The South African government has come out in support of the U.S.-led attacks against Taleban military installations in Afghanistan. South African officials are also trying to figure out what to do about two alleged terrorist organizations based in South Africa.
South African deputy Foreign Minister Aziz Pahad cautiously backed the use of force by U.S. and British troops against the Taleban. He told reporters South Africa welcomes assurances that U.S. and British troops will target only military installations and terrorist camps, and will avoid using indiscriminate force against civilians in Afghanistan.
Mr. Pahad says South Africa is satisfied that this is a war on terrorism, not a war on Islam.
"We are confident that the world generally, and the United States specifically, has been on record as saying that this is not a clash of civilizations, this is a fight against terrorism," he said. "Terrorism knows no religion, no culture, no language."
That distinction is very important for the South African government. The country has a large Muslim population, and there is vocal opposition among both Muslims and non-Muslims to the U.S.-led campaign.
Mr. Pahad's news conference was the first formal statement the government has made on the matter since the military action began. He said there are implications for South Africa from a recent U.N. resolution requiring governments to crack down on activities linked to international terrorism.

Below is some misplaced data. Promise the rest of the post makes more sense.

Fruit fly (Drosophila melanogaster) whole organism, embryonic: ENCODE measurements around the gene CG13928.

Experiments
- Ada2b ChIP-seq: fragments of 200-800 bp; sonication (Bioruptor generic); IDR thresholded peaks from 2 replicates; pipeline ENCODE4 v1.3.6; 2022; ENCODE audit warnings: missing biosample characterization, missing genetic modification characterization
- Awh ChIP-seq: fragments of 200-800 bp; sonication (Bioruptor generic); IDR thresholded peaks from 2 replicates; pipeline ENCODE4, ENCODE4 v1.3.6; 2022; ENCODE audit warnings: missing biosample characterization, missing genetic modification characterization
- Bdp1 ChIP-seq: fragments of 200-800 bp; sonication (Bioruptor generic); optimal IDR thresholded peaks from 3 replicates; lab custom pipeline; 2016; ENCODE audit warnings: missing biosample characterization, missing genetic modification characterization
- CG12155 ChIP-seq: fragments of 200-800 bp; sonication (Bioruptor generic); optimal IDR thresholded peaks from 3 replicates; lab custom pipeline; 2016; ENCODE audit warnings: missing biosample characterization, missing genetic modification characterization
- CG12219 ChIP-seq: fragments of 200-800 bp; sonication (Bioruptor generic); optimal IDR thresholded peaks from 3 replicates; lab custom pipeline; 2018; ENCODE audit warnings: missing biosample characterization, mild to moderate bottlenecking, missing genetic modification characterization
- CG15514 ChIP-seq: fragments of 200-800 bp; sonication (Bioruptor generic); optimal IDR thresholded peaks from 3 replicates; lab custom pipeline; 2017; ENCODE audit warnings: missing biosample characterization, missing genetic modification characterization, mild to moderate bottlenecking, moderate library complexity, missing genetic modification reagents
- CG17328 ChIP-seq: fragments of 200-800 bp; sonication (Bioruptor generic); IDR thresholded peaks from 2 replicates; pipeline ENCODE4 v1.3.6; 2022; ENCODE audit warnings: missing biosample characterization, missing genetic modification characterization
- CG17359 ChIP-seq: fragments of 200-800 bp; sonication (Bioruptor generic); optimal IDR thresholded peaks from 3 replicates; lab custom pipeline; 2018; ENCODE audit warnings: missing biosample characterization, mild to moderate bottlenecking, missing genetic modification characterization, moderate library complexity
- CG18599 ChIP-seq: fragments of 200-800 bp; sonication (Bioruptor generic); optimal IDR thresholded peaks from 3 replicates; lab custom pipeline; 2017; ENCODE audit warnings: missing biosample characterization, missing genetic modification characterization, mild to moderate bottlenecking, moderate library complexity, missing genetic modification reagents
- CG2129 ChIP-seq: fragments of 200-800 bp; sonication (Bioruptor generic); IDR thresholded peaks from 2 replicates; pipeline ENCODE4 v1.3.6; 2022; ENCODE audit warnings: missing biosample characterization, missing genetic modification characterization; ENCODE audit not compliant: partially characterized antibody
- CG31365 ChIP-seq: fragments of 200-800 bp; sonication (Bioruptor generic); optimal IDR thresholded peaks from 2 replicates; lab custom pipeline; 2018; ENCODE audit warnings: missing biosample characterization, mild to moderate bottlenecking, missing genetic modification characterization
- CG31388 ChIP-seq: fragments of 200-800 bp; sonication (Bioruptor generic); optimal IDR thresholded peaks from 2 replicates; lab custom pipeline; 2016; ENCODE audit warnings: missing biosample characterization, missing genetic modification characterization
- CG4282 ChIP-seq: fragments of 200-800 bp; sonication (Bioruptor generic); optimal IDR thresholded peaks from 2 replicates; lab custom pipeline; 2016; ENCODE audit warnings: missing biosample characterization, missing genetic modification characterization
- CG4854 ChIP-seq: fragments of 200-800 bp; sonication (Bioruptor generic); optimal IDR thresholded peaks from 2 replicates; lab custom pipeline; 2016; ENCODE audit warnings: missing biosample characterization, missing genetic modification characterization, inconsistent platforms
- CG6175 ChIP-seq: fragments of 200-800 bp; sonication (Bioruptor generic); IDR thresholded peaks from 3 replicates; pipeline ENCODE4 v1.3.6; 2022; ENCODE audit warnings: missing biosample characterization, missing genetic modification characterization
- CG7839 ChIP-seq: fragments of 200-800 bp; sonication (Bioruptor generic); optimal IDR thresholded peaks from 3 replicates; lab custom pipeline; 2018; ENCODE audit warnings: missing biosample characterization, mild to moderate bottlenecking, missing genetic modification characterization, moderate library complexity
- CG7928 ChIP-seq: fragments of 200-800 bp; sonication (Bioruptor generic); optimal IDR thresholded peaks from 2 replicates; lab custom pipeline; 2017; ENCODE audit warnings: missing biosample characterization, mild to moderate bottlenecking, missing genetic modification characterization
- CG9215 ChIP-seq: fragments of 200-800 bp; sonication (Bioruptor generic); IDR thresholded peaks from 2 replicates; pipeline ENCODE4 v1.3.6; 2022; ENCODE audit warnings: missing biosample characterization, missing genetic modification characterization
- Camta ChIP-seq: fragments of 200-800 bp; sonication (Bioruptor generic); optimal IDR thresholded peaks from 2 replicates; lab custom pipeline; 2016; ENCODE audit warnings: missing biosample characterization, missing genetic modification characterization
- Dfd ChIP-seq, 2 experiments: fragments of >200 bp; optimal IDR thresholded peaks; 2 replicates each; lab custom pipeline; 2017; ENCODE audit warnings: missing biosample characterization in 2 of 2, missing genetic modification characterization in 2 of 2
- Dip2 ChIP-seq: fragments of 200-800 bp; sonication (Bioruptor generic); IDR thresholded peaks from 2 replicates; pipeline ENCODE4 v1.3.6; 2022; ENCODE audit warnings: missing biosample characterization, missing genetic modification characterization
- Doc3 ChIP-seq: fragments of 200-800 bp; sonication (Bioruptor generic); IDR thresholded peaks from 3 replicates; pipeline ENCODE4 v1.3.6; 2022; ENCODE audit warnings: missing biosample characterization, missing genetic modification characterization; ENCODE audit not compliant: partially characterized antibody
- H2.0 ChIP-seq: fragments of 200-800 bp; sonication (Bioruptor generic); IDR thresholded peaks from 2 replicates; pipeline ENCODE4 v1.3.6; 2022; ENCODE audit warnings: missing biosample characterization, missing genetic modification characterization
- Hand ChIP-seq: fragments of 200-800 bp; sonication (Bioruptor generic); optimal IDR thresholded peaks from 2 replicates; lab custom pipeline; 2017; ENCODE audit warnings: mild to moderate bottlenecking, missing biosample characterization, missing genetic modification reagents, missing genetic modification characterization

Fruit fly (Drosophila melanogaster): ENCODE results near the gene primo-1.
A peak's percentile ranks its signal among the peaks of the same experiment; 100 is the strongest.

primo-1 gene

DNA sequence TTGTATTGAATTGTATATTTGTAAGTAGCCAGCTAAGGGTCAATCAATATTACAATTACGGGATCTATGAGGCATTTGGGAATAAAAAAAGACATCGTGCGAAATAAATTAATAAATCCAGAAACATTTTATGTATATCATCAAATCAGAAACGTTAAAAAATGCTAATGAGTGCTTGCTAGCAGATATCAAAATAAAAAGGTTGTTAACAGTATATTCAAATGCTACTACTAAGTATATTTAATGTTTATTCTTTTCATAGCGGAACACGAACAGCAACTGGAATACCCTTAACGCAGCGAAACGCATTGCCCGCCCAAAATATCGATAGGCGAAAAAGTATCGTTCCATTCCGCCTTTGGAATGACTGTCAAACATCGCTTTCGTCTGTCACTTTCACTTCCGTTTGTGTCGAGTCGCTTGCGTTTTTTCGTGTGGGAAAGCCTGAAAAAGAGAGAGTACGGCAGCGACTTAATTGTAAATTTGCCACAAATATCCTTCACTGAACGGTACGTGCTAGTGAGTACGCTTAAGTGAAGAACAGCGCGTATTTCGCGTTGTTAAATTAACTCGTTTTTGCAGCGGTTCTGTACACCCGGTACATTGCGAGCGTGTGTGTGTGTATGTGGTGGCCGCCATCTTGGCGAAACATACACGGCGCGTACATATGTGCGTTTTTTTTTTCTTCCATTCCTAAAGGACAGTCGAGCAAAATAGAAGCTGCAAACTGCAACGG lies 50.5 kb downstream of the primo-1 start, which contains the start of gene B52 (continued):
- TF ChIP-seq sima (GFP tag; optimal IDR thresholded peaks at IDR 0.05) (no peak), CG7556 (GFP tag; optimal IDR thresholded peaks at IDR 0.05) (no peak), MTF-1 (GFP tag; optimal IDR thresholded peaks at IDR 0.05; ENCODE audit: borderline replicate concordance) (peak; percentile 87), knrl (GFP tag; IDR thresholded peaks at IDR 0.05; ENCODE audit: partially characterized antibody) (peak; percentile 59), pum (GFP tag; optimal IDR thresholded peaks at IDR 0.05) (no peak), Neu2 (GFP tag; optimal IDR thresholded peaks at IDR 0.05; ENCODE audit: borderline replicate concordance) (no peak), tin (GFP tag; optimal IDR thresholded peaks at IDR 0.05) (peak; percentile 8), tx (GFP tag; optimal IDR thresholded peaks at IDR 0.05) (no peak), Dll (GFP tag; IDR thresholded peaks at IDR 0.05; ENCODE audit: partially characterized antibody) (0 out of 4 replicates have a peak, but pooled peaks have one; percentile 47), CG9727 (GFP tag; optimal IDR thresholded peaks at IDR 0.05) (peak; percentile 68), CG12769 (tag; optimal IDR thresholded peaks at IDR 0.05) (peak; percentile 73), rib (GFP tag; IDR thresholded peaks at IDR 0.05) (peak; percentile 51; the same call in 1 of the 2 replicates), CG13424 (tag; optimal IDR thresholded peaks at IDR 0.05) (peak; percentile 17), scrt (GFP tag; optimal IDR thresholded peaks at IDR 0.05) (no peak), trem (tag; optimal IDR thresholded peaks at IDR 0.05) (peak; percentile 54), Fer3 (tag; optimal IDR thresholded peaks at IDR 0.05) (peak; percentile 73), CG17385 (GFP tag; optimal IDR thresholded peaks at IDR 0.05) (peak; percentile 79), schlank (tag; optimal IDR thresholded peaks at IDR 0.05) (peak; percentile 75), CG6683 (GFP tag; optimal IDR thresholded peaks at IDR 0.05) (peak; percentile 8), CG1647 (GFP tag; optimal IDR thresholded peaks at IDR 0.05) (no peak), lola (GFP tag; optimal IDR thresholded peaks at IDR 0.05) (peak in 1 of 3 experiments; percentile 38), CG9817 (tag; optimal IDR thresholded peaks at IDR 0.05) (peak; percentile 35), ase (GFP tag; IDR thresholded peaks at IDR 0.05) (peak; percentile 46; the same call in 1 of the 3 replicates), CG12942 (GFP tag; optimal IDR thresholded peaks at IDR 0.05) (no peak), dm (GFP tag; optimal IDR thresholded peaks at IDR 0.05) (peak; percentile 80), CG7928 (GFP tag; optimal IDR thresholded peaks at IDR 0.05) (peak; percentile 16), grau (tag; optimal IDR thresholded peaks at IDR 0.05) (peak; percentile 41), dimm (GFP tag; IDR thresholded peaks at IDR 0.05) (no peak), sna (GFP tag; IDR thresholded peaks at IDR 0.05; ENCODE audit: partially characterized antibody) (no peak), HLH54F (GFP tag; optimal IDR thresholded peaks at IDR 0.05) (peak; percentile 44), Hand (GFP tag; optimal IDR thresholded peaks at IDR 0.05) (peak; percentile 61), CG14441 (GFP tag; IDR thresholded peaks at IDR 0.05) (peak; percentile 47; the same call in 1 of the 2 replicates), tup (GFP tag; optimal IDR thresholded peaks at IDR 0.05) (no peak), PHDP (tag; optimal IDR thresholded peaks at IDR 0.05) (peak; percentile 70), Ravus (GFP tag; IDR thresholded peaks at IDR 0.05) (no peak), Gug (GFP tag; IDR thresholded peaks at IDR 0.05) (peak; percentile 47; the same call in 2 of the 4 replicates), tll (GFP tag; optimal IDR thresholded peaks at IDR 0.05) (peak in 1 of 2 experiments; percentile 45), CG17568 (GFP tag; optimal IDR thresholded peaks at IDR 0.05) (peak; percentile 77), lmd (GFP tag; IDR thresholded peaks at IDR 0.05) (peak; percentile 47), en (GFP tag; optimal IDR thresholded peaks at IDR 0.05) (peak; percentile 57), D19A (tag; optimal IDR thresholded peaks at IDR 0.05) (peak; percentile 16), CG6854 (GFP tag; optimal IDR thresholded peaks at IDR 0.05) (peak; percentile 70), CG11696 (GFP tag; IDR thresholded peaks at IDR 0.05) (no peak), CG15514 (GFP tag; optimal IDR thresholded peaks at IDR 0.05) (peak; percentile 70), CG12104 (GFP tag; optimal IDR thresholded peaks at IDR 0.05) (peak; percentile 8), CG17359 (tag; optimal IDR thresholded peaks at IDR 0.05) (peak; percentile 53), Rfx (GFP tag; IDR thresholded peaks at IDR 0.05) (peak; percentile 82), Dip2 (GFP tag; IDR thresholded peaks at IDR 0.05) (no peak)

The United States has named two groups based in Cape Town as terrorist organizations. They are known as Qibla and PAGAD, short for People Against Gangsterism and Drugs.
The government is trying to decide how to handle its obligations under the U.N. resolution. Neither Qibla nor PAGAD is currently banned under South African law.
Both groups are blamed for a rash of bombings, assassinations and other crimes in the late 1990s. Police have arrested many of their members recently. There have been no major incidents in the past year.
But three PAGAD members remain on the loose after staging a daring and carefully planned prison break last week. There are unconfirmed reports that Qibla is planning some kind of retaliation against U.S. targets in South Africa. And other reports say another Cape Town-based group is recruiting South Africans to go to Afghanistan to help the Taleban fight against U.S. and British troops.
Mr. Pahad repeated earlier warnings that South African law prohibits mercenary activity. He acknowledged that he cannot actually stop anybody from getting on a plane to Afghanistan, but he vowed that the government will prosecute anybody who breaks the law.
"So in terms of this, any South Africans who are contemplating participating in one form or another in support of the call for a jihad made by the al-Qaida movement, will have to understand that they are going against the law of this country and also U.N. resolutions," he said.
Despite the reports, Mr. Pahad insists there has been no groundswell of support for the Taleban among South African Muslims. But clearly there is opposition to the use of force. A group of both Christian and Muslim religious organizations is planning a march on the U.S. consulate in Cape Town.
Keith Benjamin heads the Western Province Council of Churches. He spoke to South African state radio about their reasons for the protest.
"Through this action, we are asking them to stop further attacks in Afghanistan because war solves absolutely nothing," he said. "And the course of using the courts of justice as a means of finding a person guilty or innocent is the one they should be using."
Perhaps with that point in mind, Mr. Pahad told reporters the fight against terrorism is long-term. He said it includes military, legal, economic, political, and diplomatic means. And he said to defeat terrorism, the world must deal with its root causes.